length = index.length();
  index = (String)(index.length());
  
  index = index + ".csv";

I mean, now many scratch String objects will have been created just to do that? And then you go and convert it into a char array anyway. Why not just start as a char array and save yourself a huge memory hole?

Oh yes, and:

    while (myFile.available()) 
    {
      char letter = myFile.read();
        index += letter;
    }

That's crash city right there.

@majenko

Thank you very much for your replies. I am currently using an arduino mini pro 8 MHz.
Yea the code isn’t complete because I ran out of space on the forum to completely put my whole code on.
the rest of the code should have been

// --------------------------------------------------------
// MPU6050_read
//
// This is a common function to read multiple bytes 
// from an I2C device.
//
// It uses the boolean parameter for Wire.endTransMission()
// to be able to hold or release the I2C-bus. 
// This is implemented in Arduino 1.0.1.
//
// Only this function is used to read. 
// There is no function for a single byte.
//
int MPU6050_read(int start, uint8_t *buffer, int size)
{
  int i, n, error;

  Wire.beginTransmission(MPU6050_I2C_ADDRESS);
  n = Wire.write(start);
  if (n != 1)
    return (-10);

  n = Wire.endTransmission(false);    // hold the I2C-bus
  if (n != 0)
    return (n);

  // Third parameter is true: relase I2C-bus after data is read.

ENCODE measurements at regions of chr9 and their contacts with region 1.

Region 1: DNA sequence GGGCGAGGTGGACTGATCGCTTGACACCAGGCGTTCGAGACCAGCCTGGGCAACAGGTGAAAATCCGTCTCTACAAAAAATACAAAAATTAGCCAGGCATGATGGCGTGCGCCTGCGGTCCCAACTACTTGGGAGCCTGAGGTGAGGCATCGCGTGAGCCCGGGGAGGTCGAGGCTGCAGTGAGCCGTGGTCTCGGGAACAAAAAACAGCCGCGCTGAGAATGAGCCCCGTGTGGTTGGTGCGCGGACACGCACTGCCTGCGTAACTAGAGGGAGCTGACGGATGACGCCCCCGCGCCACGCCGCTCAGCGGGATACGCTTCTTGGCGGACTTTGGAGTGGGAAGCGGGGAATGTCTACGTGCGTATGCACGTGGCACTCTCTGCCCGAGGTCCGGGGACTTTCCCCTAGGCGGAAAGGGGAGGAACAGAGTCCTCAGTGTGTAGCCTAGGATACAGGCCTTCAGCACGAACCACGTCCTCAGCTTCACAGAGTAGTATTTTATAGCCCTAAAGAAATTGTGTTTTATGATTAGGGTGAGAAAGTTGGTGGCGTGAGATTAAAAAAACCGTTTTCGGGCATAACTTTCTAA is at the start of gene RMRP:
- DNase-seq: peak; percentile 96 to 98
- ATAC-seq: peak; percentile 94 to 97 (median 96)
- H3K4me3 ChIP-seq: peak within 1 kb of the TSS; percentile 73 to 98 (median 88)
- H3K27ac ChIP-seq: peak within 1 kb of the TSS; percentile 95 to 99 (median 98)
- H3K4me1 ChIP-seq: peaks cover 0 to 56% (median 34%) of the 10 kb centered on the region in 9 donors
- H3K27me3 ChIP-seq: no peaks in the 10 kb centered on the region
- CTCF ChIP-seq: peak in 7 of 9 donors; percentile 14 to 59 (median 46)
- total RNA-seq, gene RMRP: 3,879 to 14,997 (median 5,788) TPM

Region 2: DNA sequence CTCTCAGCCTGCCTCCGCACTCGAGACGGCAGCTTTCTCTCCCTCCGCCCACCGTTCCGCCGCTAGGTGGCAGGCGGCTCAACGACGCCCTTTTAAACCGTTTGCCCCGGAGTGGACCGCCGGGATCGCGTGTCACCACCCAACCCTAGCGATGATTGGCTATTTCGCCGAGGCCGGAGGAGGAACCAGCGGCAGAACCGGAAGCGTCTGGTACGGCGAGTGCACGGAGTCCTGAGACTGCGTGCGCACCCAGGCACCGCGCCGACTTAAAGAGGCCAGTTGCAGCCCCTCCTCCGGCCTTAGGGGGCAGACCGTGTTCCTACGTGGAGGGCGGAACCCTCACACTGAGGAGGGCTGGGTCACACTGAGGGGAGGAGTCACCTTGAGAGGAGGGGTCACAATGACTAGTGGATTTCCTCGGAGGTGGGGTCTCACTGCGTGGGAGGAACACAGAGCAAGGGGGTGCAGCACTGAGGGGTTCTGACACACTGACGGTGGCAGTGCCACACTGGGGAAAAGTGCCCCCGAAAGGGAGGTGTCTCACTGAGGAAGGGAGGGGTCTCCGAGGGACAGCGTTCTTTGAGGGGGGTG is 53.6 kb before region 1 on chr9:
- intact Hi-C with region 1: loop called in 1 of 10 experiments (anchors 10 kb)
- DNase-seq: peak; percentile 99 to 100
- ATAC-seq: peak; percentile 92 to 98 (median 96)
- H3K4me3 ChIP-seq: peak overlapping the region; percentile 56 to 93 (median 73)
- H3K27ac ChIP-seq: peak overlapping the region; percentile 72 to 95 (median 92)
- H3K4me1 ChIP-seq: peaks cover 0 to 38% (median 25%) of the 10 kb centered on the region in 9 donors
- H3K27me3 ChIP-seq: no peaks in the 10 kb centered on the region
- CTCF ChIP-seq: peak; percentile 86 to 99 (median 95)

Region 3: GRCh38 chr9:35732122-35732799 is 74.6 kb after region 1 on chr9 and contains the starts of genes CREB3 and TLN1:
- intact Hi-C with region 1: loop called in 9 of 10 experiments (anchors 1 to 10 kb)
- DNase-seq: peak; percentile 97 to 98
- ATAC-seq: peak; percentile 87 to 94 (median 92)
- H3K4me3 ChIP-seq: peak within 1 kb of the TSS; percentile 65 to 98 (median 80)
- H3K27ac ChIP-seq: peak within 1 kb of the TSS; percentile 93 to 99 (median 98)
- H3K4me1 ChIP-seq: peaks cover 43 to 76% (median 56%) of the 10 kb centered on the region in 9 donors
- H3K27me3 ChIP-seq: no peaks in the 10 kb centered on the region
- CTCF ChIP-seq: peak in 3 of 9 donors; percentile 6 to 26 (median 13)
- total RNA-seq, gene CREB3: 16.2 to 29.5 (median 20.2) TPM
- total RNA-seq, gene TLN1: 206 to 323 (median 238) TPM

Wire.requestFrom(MPU6050_I2C_ADDRESS, size, true);
  i = 0;
  while(Wire.available() && i<size)
  {
    buffer[i++]=Wire.read();
  }
  if ( i != size)
    return (-11);

  return (0);  // return : no error
}


// --------------------------------------------------------
// MPU6050_write
//
// This is a common function to write multiple bytes to an I2C device.
//
// If only a single register is written,
// use the function MPU_6050_write_reg().
//
// Parameters:
//   start : Start address, use a define for the register
//   pData : A pointer to the data to write.
//   size  : The number of bytes to write.
//
// If only a single register is written, a pointer
// to the data has to be used, and the size is
// a single byte:
//   int data = 0;        // the data to write
//   MPU6050_write (MPU6050_PWR_MGMT_1, &c, 1);
//
int MPU6050_write(int start, const uint8_t *pData, int size)
{
  int n, error;

  Wire.beginTransmission(MPU6050_I2C_ADDRESS);
  n = Wire.write(start);        // write the start address